We had a nice week, although we only had one warm day for the kids to play in the water before it turned freezing. So, to keep from getting bored and cabin feverish, we tried to stay busy. We did some “fishing” – Fishing with kids rarely means you catch anything. It just consists of sitting around talking and trying to keep the kids from throwing the rods in the water, or falling in themselves. We went to the Uncle Remus Museum in Eatonton, the birthplace of Joel Chandler Harris. We walked around fabulous downtown Eatonton. “Sleepy” describes the area to a T. Tiller and Lisa and I checked out the flea market in downtown Milledgeville. We also ate cake and had coffee at Blackbird Coffee, which is a surprisingly nice coffee shop for middle Georgia. They even have free wi-fi; I did not partake of that.
On Saturday, we bundled up the kids and went to Andalusia, the farm that was the home of Flannery O’Connor and where she lived while writing all of her novels. I have been meaning to go there for years, but the weather never cooperated. (Read: It was always too nice, and I chose to float on an inner tube drinking cheap beer out of the can, rather than following my literary desires.) The farm is on over 500 acres, and has, in addition to the antebellum farmhouse, numerous outbuildings, a pond, and they are creating some nature trails. Did I mention they have a resident donkey pony? Flossie. She is cute.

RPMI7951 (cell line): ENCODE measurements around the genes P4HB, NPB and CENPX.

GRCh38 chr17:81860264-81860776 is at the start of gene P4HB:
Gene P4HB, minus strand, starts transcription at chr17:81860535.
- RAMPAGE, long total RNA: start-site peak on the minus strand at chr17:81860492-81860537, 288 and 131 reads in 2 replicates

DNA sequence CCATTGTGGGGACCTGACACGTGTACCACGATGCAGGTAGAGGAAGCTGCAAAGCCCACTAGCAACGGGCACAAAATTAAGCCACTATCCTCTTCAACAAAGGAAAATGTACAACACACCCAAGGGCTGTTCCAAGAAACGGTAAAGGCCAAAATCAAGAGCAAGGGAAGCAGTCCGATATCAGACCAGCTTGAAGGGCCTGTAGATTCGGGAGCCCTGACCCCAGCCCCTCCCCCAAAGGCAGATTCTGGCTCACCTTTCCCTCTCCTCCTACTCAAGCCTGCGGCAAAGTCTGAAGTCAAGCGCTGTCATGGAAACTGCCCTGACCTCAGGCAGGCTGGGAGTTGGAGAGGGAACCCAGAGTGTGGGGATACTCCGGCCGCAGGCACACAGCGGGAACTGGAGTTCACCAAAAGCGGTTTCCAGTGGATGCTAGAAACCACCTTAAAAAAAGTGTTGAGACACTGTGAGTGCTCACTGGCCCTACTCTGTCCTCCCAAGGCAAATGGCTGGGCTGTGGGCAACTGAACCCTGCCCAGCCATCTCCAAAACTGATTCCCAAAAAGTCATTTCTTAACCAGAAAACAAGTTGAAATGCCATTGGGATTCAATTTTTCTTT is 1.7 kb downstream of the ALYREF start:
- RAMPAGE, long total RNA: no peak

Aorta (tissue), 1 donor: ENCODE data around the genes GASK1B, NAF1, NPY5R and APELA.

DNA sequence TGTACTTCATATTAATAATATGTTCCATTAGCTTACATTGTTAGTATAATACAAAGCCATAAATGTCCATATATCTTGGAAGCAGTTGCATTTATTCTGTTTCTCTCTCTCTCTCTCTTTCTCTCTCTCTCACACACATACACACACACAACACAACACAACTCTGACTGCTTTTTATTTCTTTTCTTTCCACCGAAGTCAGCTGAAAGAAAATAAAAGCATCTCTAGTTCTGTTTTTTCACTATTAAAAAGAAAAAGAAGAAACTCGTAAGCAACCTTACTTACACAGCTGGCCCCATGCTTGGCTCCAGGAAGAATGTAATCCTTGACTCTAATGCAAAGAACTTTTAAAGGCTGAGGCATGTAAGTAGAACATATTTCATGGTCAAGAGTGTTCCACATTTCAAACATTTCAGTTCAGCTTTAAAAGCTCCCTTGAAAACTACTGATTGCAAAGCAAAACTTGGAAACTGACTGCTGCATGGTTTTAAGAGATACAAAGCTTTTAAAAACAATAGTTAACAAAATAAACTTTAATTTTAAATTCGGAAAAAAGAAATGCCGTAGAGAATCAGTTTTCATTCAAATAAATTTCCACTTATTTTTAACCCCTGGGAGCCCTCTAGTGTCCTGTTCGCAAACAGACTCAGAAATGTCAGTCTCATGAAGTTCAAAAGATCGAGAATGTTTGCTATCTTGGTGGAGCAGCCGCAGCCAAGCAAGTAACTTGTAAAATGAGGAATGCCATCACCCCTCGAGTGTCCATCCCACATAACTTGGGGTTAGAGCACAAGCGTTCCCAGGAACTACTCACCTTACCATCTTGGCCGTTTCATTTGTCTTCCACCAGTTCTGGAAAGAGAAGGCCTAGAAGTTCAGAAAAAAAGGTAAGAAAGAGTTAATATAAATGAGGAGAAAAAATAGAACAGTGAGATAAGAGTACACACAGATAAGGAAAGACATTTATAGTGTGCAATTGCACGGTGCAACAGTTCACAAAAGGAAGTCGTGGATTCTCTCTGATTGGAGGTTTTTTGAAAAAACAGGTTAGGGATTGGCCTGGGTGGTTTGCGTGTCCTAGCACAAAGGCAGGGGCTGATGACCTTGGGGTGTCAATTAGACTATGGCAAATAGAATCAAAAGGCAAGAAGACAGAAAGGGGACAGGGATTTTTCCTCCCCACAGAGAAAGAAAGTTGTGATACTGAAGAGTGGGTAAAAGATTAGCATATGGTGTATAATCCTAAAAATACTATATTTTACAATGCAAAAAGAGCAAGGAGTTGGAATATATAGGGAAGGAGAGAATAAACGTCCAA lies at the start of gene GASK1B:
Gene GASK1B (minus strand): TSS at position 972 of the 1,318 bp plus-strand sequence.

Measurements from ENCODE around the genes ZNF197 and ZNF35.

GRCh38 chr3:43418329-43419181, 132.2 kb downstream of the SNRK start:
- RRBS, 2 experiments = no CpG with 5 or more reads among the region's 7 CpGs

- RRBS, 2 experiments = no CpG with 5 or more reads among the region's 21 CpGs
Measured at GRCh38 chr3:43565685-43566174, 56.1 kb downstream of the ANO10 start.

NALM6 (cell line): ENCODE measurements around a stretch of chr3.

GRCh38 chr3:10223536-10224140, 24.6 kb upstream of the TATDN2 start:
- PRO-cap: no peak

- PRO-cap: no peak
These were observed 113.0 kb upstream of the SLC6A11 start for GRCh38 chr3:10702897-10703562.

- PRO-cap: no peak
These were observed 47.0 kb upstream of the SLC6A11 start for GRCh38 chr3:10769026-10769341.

The kids just loved running around willy-nilly on the property, and seeing Flossie. Tiller and I spoke with the old woman who feeds Flossie every day, rain or shine. She drove up in a Honda CRV-type vehicle, and when she got out, I almost laughed out loud. She was wearing a long dress coat, the kind your Grandma would wear to church on Sunday, complete with a black dress hat with big red flowers on it. She and her dog, Champ, a spastic lab mix came out and fed Flossie, and Tiller and I watched the picture of this woman, her young dog, and the donkey. The woman, with her dress clothes on, tossed out a bale of hay for Flossie, the dog frolicking around the barn, and Flossie nuzzling the woman’s pockets for treats. It was perfect, just like a character out of O’Connor’s novels.
It was pretty cool to see the bedroom where Flannery wrote. (She lived in a downstairs room, since she couldn’t walk upstairs.) They still have the room as she kept it, with her desk and typewriter placed facing away from the front windows, so that she wouldn’t be distracted by the view of the pond (the equivalent to the Internet distraction of writers today?) I tried to imagine her sitting there, typing out Wise Blood on the typewriter, but it was easier imagining her stories when you walk the grounds and see how her environment played such a huge part in the settings of her writings. Andalusia is at once beautiful, especially in early spring, with everything blooming and coming alive, and still eerie as hell, as if you can hear the echoes of her characters voices emanating from the dilapidated outbuildings. I was inspired.
Sunday was Easter. We woke up and ate a buttload of candy. Tiller accidentally ate peanut butter. I am a shitty parent. Then we dressed them in their Easter outfits (note that Tiller’s included leggings, rather than tights, which is so, like, something I would wear in 1990, except that hers didn’t have holes in them.) My Mom and Dad were coming up that morning. Mom made a ham and homemade potato salad, which were really good, but kind of weird because I don’t think of them as a meal you eat when it is 30 degrees out. Then Dad and I bundled up and hid the Easter eggs.
We froze our asses off while the kids ran around the yard finding eggs. Then we attempted to get a few good shots of the kids all dressed up. Basically, it was one big windburned, snot-nosed mess. Then we went inside, stuffed our faces, and headed home.